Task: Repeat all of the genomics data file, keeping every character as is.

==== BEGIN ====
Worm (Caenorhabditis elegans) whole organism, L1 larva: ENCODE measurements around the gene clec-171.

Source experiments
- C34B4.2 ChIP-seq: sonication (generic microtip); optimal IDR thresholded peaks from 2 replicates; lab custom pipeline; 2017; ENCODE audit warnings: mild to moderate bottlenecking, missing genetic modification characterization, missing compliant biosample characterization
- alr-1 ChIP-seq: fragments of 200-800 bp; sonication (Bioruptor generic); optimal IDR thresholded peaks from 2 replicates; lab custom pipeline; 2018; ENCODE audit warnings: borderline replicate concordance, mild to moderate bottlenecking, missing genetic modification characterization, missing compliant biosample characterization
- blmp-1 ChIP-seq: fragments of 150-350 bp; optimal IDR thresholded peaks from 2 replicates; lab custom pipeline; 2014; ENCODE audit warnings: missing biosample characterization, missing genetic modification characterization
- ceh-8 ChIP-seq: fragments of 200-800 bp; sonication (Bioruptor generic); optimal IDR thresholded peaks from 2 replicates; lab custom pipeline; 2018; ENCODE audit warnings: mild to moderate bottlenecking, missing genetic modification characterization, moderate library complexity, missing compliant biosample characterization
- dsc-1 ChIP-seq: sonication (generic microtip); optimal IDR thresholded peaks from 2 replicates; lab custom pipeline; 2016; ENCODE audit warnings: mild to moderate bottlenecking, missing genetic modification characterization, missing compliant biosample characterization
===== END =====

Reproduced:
Worm (Caenorhabditis elegans) whole organism, L1 larva: ENCODE measurements around the gene clec-171.

Source experiments
- C34B4.2 ChIP-seq: sonication (generic microtip); optimal IDR thresholded peaks from 2 replicates; lab custom pipeline; 2017; ENCODE audit warnings: mild to moderate bottlenecking, missing genetic modification characterization, missing compliant biosample characterization
- alr-1 ChIP-seq: fragments of 200-800 bp; sonication (Bioruptor generic); optimal IDR thresholded peaks from 2 replicates; lab custom pipeline; 2018; ENCODE audit warnings: borderline replicate concordance, mild to moderate bottlenecking, missing genetic modification characterization, missing compliant biosample characterization
- blmp-1 ChIP-seq: fragments of 150-350 bp; optimal IDR thresholded peaks from 2 replicates; lab custom pipeline; 2014; ENCODE audit warnings: missing biosample characterization, missing genetic modification characterization
- ceh-8 ChIP-seq: fragments of 200-800 bp; sonication (Bioruptor generic); optimal IDR thresholded peaks from 2 replicates; lab custom pipeline; 2018; ENCODE audit warnings: mild to moderate bottlenecking, missing genetic modification characterization, moderate library complexity, missing compliant biosample characterization
- dsc-1 ChIP-seq: sonication (generic microtip); optimal IDR thresholded peaks from 2 replicates; lab custom pipeline; 2016; ENCODE audit warnings: mild to moderate bottlenecking, missing genetic modification characterization, missing compliant biosample characterization